Wednesday, February 8, 2012

No Need for Preschool

Bubby would be classified as a preschooler by most people. If he were going through the public school system, he would not be considered old enough for Kindergarten, so I usually tell people he is a preschooler. I could use the term "Pre-K," since our local school district has a little two-hour Pre-K program. However, though we homeschool the older children, we have no formal preschool program at our house. No preschool workbooks, no preschool writing lessons, no preschool reading lessons. I do not drill him on his shapes, colors, or letters. I don't coach him daily on his letter sounds, or sit him down to talk about opposites, animals, or community helpers.

So what do we do? How is he going to learn all the things he needs to know for school? Isn't he going to be behind other kids his age? What will he do without the specialized knowledge he would gain from a two-hour-a-day or longer preschool program?

I'm going to share something that might cause some raised eyebrows. A normal child, living in a decent home, supervised and exposed to daily life and not deprived of adult interaction, does not need preschool. Yes, that's the truth. There is nothing that he can learn at preschool that he cannot learn in the safe and more natural home environment.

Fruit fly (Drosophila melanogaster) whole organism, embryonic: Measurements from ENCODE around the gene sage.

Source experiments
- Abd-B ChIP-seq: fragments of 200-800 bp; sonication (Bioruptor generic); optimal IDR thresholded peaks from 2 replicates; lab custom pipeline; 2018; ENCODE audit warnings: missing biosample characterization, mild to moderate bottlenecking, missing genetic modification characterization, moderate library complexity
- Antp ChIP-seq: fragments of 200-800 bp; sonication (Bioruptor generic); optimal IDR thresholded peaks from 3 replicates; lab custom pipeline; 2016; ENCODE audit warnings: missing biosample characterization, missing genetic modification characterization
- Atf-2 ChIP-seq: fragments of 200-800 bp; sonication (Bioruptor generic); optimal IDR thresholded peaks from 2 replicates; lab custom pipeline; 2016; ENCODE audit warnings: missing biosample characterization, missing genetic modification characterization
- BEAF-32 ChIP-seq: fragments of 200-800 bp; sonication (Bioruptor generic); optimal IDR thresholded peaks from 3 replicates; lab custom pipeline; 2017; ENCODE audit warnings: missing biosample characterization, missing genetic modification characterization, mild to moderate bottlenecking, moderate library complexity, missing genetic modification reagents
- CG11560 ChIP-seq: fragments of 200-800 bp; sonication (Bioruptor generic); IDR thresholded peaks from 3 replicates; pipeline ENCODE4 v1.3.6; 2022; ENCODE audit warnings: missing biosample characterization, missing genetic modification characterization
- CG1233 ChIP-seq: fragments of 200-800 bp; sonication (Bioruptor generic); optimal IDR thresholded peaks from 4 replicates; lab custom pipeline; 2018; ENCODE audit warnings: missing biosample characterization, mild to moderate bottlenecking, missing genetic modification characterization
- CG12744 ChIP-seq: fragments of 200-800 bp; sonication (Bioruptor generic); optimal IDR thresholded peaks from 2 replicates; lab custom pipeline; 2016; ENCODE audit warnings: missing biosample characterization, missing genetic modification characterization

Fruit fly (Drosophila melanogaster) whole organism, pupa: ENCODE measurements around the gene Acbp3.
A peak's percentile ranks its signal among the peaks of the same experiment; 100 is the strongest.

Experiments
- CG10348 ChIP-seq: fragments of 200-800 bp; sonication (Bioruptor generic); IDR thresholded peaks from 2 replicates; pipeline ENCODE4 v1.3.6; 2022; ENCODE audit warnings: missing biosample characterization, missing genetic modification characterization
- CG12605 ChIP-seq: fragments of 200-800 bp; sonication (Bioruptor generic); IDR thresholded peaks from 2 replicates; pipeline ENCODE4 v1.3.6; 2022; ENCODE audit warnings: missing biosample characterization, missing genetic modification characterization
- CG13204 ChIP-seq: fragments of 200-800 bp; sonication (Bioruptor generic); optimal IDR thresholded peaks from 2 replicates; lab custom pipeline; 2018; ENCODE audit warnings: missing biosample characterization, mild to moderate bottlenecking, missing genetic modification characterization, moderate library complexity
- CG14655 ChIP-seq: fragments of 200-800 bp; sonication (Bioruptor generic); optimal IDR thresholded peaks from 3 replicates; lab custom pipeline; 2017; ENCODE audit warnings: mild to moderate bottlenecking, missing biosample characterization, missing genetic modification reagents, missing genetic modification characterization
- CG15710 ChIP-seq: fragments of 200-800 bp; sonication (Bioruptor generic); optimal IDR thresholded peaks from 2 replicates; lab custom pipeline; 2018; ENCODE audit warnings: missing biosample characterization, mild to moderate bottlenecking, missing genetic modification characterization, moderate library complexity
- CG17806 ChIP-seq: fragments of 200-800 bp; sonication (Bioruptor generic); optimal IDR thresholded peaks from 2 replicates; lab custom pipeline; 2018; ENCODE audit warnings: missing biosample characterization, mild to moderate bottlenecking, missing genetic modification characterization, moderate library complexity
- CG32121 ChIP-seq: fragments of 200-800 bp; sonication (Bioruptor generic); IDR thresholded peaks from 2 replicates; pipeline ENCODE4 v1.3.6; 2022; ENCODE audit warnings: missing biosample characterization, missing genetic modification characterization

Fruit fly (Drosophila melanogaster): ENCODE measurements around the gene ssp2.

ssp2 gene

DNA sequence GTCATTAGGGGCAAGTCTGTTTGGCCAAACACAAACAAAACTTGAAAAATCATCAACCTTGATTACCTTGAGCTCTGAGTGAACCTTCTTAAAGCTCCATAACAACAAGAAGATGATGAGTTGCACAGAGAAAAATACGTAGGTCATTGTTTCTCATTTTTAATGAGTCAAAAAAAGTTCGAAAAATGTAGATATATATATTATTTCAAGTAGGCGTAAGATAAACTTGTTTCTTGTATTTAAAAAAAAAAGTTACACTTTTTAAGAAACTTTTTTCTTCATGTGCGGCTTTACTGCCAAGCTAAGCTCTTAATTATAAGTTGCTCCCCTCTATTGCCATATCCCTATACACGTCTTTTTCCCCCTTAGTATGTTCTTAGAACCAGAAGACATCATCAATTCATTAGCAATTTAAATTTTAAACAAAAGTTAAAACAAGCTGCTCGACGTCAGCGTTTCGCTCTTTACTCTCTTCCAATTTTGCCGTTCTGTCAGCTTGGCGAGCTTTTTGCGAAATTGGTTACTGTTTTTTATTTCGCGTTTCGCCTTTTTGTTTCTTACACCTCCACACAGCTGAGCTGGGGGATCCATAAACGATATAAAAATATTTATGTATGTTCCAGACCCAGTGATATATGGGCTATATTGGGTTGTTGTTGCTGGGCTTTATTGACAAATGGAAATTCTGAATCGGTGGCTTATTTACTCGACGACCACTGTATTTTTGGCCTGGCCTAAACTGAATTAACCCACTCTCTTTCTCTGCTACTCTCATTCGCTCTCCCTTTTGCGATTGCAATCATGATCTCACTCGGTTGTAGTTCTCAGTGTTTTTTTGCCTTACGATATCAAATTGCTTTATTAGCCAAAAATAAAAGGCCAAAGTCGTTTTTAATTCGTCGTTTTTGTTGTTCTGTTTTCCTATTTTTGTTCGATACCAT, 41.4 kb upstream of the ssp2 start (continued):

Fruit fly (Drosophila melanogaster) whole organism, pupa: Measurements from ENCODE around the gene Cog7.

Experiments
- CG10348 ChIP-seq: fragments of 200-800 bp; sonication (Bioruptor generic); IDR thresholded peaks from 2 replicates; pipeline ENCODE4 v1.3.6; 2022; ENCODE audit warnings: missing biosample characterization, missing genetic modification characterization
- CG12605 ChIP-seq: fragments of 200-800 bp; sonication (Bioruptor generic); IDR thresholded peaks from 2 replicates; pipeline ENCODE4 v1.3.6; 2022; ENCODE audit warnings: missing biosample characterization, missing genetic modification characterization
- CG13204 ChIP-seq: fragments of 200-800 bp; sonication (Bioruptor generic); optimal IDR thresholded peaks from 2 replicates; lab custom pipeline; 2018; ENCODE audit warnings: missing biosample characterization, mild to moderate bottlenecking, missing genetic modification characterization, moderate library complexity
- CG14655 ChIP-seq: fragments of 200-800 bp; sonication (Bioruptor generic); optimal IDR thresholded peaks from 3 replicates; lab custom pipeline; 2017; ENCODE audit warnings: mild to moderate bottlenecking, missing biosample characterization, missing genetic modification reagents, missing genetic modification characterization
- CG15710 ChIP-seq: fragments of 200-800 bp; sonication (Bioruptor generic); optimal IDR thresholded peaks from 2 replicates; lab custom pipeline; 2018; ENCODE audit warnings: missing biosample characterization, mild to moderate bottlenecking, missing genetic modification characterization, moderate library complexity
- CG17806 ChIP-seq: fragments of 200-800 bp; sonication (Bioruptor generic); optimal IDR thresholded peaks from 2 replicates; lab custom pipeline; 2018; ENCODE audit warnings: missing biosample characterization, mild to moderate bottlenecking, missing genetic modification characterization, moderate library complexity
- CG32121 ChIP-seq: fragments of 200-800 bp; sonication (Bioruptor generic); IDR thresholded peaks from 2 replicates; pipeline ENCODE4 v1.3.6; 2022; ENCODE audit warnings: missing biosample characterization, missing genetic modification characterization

I do understand that preschool is a good option for child care. If you are not able to be at home with your child during the years from age three to age five, feel free to take them to preschool. But if you can be home with them, they do not need any professional intervention. You can give them a better real-life preschool education and have them completely ready for school by keeping them home and letting them experience life in a more natural, realistic setting. It need not cost money, and you shouldn't need to carve out a lot of additional time for planning and implementing your child's education. If you have time to prepare meals, do household chores, and make trips to the library, you have the time to educate your preschooler.

It is not wrong to send your child to preschool. If you feel like you need to or just want to, that is a decision you must make. You do need to do your research, however.

In the next few posts, I plan to give some ideas for a good preschool education at home, along with some important reasons for skipping the handwriting altogether. Here is a website for some great information on how people are doing without formal preschool, along with some interesting research: Universal